Please ensure Javascript is enabled for purposes of website accessibility

Americans Are Making a $464 Billion Tax Mistake

By Christy Bieber - Jan 17, 2020 at 9:16AM

You’re reading a free article with opinions that may differ from The Motley Fool’s Premium Investing Services. Become a Motley Fool member today to get instant access to our top analyst recommendations, in-depth research, investing resources, and more. Learn More

Are you one of them?

Taxes are complicated, so it's no wonder mistakes are common. Sometimes, these mistakes occur when you actually file -- perhaps because you add some numbers incorrectly or you forget to claim a deduction. 

But in other situations, the mistake happens even before you've submitted your 1040 form. In fact, one of the single most common tax mistakes that Americans make affects them all year long. 

That mistake: Getting a tax refund. 

Man looking at a 1040 tax form and sitting next to a laptop.

Image source: Getty Images.

The IRS issues billions of dollars in refunds every year

According to IRS data, the IRS issued almost $464 billion in tax refunds in fiscal year 2018. That's a ton of money lent to the IRS interest-free by hard-working Americans.

Americans gave the IRS this money by overpaying what they owe on taxes throughout the year. This could happen because you don't tell your employer to withhold the proper amount from your paycheck. Or it could happen if you send in estimated tax payments that are higher than they need to be. 

Unfortunately, many Americans don't even realize that overpaying their taxes is a problem. In fact, it's common to be excited about getting a refund.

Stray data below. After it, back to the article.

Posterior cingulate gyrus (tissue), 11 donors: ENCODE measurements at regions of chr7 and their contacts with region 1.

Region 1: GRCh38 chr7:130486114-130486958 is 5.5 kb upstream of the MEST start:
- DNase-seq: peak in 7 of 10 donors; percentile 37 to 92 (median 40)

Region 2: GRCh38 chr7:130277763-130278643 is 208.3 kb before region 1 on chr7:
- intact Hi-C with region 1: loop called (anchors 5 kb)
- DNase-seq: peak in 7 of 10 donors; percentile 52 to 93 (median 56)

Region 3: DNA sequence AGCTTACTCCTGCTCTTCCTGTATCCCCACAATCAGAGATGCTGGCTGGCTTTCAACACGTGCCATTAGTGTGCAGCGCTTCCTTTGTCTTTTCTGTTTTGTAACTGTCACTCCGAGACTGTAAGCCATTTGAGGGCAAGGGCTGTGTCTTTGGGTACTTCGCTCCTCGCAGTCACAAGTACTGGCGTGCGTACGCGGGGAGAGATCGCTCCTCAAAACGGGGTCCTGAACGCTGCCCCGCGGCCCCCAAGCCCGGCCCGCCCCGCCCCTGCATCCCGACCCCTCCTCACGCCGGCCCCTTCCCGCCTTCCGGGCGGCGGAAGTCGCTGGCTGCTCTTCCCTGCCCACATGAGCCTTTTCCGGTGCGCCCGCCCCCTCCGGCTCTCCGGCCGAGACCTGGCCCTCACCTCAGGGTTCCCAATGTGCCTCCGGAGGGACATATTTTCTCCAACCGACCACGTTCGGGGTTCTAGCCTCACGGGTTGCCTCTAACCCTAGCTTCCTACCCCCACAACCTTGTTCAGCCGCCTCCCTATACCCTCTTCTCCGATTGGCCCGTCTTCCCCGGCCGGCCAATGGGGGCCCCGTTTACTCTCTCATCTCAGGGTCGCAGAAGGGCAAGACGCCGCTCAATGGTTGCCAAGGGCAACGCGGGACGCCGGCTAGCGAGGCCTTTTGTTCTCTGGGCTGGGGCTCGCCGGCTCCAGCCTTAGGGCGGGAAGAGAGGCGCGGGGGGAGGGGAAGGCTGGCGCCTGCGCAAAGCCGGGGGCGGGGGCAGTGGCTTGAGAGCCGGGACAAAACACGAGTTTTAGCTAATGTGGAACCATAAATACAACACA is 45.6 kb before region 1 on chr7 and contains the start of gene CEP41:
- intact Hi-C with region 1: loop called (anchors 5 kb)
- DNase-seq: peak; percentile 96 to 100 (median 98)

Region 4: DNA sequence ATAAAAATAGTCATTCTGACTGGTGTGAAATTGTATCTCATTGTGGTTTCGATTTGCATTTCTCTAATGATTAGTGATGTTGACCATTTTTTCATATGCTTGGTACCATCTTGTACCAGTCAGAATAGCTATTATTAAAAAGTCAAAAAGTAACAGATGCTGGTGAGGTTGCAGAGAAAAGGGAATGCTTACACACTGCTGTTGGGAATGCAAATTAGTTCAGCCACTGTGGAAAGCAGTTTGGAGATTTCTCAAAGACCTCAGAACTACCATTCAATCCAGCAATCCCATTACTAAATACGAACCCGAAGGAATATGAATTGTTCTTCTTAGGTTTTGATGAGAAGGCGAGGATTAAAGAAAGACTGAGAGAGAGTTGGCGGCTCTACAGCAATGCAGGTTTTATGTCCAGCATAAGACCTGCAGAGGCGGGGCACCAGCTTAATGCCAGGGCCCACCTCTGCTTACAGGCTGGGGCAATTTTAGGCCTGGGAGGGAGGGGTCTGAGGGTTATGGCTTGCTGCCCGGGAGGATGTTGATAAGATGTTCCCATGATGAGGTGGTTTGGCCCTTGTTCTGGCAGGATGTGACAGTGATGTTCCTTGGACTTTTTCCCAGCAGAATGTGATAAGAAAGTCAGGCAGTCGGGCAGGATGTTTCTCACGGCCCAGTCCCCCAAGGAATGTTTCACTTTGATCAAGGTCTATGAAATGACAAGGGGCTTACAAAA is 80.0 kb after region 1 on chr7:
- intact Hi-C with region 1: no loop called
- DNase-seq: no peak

But there are several reasons why it's a really bad idea to give the IRS all this extra money and then wait to get it back.

Why is overpaying your taxes a mistake?

While a refund may seem exciting, it's just your own money coming back to you after a delay. And sometimes it's a long wait to get your money returned. Any money overpaid in January, for example, won't come back to you for more than a year. 

All this money is tied up and you can't do anything else with it. This can have big opportunity costs. 

  • If you have a financial emergency, the money won't be there for you and you might have to borrow.
  • If you want to take a vacation, you may end up borrowing to pay for it, instead of being able to pay cash with money you could've saved by not overpaying your taxes.
  • If you're in debt, you won't have the money to pay extra to your creditors. Even if you apply your tax refund to the debt, you'll pay interest for longer, so you'll end up paying more than if you'd been sending in extra payments all along. 
  • If you want to invest, you'll miss out on returns you could've earned during the time the IRS had your money. 

You can avoid making this common mistake

To make sure you don't end up getting a refund every year, consider adjusting your withholding with your employer by updating your W-4 form so the correct amount is withheld from your paychecks. Or recalculate the amount you pay in estimated taxes, so you're paying in what you owe, but not hundreds or thousands of dollars extra. 

You work hard for your money, and you should be able to make the most of it. Giving an interest-free loan to the IRS doesn't allow you to do that.

Invest Smarter with The Motley Fool

Join Over 1 Million Premium Members Receiving…

  • New Stock Picks Each Month
  • Detailed Analysis of Companies
  • Model Portfolios
  • Live Streaming During Market Hours
  • And Much More
Get Started Now

Related Articles

Motley Fool Returns

Motley Fool Stock Advisor

Market-beating stocks from our award-winning service.

Stock Advisor Returns
S&P 500 Returns

Calculated by average return of all stock recommendations since inception of the Stock Advisor service in February of 2002. Returns as of 05/22/2022.

Discounted offers are only available to new members. Stock Advisor list price is $199 per year.

Premium Investing Services

Invest better with The Motley Fool. Get stock recommendations, portfolio guidance, and more from The Motley Fool's premium services.